Project Director, UHC Policy Forum, Centre on Global Health Security
Tom BrookesProgramme Officer, The Elders
Eloise WhitakerFormer Fellow, Improving Global Health through Leadership Development Programme, Thames Valley and Wessex NHS Leadership Academy

A new paper assesses the prevalence of medical detentions globally, the health and human rights impacts, and policy options to reduce and eradicate the practice.

Women admitted to the maternity ward at Roi Baudoin hospital in Kinshasa, Democratic Republic of the Congo, are counselled by a staff member on 3 March 2010, after having been detained at the hospital for non-payment of medical fees. Photo: AFP/Getty.Women admitted to the maternity ward at Roi Baudoin hospital in Kinshasa, DRC, are counselled by staff after having been detained for non-payment of medical fees. Photo: Getty Images.

Summary

  • In some parts of the world it is common practice for patients to be detained in hospital for non-payment of healthcare bills.
  • Such detentions occur in public as well as private medical facilities, and there appears to be wide societal acceptance in certain countries of the assumed right of health providers to imprison vulnerable people in this way.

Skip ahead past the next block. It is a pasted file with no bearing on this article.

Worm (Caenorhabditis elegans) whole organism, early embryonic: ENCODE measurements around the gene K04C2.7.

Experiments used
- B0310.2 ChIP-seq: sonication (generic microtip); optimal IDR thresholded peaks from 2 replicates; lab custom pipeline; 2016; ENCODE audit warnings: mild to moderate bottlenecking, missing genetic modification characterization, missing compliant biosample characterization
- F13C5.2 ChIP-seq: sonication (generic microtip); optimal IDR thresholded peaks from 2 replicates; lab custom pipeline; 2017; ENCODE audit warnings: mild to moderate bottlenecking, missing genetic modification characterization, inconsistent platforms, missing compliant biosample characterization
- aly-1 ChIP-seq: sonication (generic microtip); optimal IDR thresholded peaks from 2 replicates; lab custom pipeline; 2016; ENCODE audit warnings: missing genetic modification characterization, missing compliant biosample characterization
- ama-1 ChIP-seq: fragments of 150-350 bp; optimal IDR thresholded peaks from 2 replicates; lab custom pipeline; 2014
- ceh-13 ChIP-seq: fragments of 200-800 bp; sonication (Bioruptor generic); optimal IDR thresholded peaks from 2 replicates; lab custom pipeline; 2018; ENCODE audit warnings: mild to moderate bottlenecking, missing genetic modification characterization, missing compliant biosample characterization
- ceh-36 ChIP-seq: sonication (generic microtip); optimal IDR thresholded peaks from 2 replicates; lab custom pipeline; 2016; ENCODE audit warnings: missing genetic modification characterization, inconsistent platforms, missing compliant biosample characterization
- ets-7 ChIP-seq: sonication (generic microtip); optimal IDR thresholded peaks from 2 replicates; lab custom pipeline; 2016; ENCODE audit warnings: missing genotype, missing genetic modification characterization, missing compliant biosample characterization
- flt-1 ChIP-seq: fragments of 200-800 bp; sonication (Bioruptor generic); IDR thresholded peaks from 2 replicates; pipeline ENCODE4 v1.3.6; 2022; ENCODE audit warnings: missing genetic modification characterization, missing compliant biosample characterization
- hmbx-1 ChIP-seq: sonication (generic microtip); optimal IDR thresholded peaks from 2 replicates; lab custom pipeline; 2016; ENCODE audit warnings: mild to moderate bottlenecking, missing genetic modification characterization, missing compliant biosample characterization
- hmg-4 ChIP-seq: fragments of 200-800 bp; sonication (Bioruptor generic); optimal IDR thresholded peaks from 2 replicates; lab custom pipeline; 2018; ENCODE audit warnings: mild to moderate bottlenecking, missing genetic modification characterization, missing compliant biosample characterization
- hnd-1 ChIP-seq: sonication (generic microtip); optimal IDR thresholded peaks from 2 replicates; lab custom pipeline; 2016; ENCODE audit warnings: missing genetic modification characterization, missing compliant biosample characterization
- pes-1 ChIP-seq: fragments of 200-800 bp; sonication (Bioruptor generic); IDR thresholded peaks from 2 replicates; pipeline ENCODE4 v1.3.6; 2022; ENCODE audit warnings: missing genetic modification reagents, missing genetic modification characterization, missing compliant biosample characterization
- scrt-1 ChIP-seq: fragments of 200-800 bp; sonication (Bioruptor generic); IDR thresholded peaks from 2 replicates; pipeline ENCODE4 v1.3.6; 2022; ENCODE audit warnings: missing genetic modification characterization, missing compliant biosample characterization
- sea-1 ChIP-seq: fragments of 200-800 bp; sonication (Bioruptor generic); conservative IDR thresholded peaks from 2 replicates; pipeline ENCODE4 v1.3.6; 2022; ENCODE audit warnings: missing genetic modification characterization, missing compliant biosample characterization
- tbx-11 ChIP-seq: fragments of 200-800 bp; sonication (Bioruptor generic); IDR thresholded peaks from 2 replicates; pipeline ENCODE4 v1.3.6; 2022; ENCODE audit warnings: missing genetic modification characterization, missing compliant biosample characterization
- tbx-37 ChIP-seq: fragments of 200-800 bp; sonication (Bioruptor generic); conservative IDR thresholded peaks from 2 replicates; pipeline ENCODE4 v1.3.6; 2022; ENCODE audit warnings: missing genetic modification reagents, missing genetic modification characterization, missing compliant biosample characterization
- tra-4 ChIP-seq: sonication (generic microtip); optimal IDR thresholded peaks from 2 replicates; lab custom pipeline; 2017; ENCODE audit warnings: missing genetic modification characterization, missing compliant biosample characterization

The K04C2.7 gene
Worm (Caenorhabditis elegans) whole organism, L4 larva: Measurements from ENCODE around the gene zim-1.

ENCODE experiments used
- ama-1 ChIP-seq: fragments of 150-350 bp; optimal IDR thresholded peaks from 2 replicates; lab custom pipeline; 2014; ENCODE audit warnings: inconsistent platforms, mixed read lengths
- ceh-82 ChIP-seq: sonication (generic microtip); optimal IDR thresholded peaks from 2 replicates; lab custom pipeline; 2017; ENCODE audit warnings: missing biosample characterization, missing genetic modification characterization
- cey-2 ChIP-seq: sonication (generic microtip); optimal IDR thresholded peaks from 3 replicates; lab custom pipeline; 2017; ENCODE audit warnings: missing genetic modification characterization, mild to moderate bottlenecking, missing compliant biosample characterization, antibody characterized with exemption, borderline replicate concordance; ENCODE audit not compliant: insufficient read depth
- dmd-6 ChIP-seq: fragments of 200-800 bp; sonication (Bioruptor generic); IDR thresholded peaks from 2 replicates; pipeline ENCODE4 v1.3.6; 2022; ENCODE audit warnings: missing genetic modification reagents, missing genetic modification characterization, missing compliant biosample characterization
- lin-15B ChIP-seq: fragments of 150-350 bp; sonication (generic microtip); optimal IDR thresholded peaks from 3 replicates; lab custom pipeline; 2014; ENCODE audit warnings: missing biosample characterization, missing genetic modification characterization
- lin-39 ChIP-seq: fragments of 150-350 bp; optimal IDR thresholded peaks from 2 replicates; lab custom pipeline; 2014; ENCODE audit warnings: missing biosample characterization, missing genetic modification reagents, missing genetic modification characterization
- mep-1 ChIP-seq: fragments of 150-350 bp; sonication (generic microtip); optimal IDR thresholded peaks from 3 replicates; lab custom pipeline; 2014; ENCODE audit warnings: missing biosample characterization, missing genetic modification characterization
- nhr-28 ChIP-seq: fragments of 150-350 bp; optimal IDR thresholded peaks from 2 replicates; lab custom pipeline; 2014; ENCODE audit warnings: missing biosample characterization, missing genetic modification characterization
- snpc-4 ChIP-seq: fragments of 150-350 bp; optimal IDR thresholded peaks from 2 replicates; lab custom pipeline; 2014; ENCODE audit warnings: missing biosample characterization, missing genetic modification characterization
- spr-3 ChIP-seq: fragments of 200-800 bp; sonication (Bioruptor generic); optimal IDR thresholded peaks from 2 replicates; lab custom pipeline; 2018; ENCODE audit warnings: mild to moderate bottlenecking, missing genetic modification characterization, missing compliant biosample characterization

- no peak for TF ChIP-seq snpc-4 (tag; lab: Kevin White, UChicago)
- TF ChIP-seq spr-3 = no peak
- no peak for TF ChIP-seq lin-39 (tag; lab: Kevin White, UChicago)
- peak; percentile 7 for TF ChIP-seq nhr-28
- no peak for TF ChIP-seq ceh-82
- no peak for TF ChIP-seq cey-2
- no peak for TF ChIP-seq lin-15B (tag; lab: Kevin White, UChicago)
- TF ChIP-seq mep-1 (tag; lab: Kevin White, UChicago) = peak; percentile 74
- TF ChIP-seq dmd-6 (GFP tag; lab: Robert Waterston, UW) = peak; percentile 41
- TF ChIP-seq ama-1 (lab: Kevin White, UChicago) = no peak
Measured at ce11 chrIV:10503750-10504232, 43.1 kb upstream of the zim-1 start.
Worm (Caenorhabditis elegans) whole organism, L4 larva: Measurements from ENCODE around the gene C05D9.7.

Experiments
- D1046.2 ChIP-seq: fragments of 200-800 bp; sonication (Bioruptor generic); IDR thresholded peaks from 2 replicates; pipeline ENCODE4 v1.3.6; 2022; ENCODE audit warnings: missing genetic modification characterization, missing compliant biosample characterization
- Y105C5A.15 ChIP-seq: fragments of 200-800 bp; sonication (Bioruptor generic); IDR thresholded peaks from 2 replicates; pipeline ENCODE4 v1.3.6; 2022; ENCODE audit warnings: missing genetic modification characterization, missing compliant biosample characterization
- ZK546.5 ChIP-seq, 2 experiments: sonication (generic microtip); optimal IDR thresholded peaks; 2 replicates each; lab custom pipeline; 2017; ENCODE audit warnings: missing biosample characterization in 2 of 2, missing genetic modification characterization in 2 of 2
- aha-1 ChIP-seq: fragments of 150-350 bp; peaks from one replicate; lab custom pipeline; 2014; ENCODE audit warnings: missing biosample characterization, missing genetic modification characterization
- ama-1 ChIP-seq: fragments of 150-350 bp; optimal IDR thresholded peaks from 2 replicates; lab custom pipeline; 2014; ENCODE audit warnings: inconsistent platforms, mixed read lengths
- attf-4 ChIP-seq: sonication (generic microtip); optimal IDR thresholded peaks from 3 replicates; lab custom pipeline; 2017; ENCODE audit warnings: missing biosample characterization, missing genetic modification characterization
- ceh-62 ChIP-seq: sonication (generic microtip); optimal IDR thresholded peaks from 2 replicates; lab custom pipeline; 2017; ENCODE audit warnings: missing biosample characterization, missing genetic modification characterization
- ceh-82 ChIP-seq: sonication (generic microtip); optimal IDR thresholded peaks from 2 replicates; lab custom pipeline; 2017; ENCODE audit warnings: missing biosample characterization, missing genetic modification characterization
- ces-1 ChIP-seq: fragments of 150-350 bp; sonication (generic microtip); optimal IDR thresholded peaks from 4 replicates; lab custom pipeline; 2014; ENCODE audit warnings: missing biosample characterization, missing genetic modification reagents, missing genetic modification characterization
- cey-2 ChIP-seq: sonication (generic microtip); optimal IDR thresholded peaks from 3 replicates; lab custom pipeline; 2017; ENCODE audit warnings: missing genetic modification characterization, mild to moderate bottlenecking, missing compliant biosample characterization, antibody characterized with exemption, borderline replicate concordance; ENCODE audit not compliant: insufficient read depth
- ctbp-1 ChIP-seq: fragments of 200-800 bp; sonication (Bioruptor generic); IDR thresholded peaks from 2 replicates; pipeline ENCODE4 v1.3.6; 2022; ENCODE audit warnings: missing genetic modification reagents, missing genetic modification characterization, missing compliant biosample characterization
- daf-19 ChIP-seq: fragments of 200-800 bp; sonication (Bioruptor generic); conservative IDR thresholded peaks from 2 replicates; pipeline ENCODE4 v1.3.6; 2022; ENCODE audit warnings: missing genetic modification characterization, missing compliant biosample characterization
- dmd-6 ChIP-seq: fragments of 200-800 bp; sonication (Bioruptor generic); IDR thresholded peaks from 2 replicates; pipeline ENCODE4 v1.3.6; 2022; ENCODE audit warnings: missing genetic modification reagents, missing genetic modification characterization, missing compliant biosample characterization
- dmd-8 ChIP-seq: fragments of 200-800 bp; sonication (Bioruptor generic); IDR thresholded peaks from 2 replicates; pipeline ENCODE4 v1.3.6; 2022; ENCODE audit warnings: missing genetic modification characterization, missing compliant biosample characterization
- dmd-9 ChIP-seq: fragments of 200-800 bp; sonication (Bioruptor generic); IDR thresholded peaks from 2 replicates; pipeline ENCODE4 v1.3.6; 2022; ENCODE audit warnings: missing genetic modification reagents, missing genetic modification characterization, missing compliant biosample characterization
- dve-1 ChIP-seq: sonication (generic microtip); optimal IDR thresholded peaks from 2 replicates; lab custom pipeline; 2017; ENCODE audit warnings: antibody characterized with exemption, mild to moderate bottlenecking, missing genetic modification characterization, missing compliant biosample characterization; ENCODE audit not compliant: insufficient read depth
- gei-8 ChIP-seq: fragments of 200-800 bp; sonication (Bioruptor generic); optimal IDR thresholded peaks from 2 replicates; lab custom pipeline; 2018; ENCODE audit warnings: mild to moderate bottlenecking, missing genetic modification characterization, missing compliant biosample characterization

• The true scale of these hospital detention practices, or ‘medical detentions’, is unknown, but the limited academic research to date suggests that hundreds of thousands of people are likely to be affected every year, in several sub-Saharan African countries and parts of Asia. Women requiring life-saving emergency caesarean sections, and their babies, are particularly vulnerable to detention in medical facilities.
  • Victims of medical detention tend to be the poorest members of society who have been admitted to hospital for emergency treatment, and detention can push them and their families further into poverty. They may also be subject to verbal and/or physical abuse while being detained in health facilities.
  • The practice of detaining people in hospital for non-payment of medical bills deters healthcare use, increases medical impoverishment, and is a denial of international human rights standards, including the right not to be imprisoned as a debtor, and the right to access to medical care.
  • At the root of this problem are the persistence of health financing systems that require people to make high out-of-pocket payments when they need healthcare, and inadequate governance systems that allow facilities to detain patients.
  • Universal health coverage (UHC) cannot be achieved while people are experiencing financial hardship through their inability to pay for healthcare, so by definition any country that allows medical detention is failing to achieve UHC.
  • Health financing systems should be reformed by moving towards publicly financed UHC, based on compulsory progressive pre-payment mechanisms. This would enable hospitals to become financially sustainable without the need to charge significant user fees.